Many of the older generation find themselves similarly stuck in housing unsuitable for their needs, and in inappropriate areas away from facilities that end up isolating them and making them feel lonely – rather than linking them to communities and facilities which would make them feel connected and supported in old age.
The challenges of our housing supply shortage are complex, multi-faceted and pressing. Consequently, stakeholders have a very powerful opportunity and responsibility to innovate, collaborate and find ever new ways in 2018 to try and build a better world for all those affected.

When recently writing a guest author introduction for one major annual housing related conference programme in London I purposefully wrote on one of the opening pages of the programme that:

“I believe this conference marks the precipice of a finite moment of opportunity and responsibility for all stakeholders to leave no stone unturned in working innovatively together to make a defining contribution to helping to lift lives and restore hope and options to each and every group in society currently trapped in housing unsuitable for their needs.”

It is an opportunity that I continue to believe stakeholders and residents need to work harder than ever before to try and grasp because the impactful consequences of inertia are becoming more entrenched, and our lives and our problems are becoming more and more interwoven both as families and as individuals.

Early Collaboration is Key to Successful Planning and Placemaking

I am privileged to be enthused each and every day by the dedication and commitment of my immediate professional colleagues at Paris Smith Planning who, like some other highly experienced planning firms, are working tirelessly with clients to bring forward positive schemes which lift areas and elevate economies.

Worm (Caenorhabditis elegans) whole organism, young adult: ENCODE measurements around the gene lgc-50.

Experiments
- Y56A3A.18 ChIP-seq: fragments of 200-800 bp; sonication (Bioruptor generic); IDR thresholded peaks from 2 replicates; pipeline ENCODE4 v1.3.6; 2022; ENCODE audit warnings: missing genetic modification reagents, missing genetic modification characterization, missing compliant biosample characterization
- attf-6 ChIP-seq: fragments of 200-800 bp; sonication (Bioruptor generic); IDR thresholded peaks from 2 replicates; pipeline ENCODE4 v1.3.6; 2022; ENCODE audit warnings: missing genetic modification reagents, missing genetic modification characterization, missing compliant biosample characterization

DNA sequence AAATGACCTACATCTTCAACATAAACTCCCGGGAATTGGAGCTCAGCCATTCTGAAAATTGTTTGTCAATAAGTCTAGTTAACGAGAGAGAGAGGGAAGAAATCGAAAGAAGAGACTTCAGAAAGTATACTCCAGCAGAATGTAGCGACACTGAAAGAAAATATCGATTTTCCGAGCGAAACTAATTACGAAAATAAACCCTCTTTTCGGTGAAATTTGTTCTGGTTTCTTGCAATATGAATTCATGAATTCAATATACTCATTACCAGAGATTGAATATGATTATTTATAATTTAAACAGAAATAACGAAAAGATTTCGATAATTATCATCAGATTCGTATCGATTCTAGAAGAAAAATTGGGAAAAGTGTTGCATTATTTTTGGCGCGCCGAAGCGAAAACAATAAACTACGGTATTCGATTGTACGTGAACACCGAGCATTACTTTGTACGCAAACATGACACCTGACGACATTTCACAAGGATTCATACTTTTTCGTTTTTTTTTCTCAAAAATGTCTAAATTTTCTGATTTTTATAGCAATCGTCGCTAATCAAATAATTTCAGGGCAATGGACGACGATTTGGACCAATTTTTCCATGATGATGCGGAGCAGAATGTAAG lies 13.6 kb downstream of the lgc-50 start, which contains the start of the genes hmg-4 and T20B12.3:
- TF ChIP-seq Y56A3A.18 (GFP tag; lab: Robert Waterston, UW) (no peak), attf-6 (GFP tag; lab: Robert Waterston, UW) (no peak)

At Paris Smith LLP’s planning team we are ready to assist stakeholders with all planning, planning legal and public consultation needs in 2018 and, as a profession, planners and planning solicitors across the UK are regularly working hard behind the scenes to assist developers, housing associations, local authorities, the third sector, Universities and other individual and public sector land owners in bringing difficult schemes to fruition and helping to future proof their estates and property portfolios.

With the end of 2017 concluding, and with 2018 drawing near, I have no doubt that successful planning and placemaking schemes will continue to be heavily dependent on stakeholders working collaboratively and innovatively together in 2018 and procuring their team of planning and other technical experts at a very early stage in their development ideas.

An Invitation to Collaborate

I wish all stakeholders a very happy end to 2017 and I look forward to working collaboratively together in 2018 as we assess new planning challenges.

If you do wish to initially briefly discuss a property or land idea soon so that you can hit the ground running in 2018 when you need to; we would be very happy to have an introductory chat before the year closes or book a date in the diary for January. Please email me in the first instance and we will be in touch.

Further Reading:

Copies of my previous specialist published articles for the Legalease Procurement and Outsourcing Journal can be found below.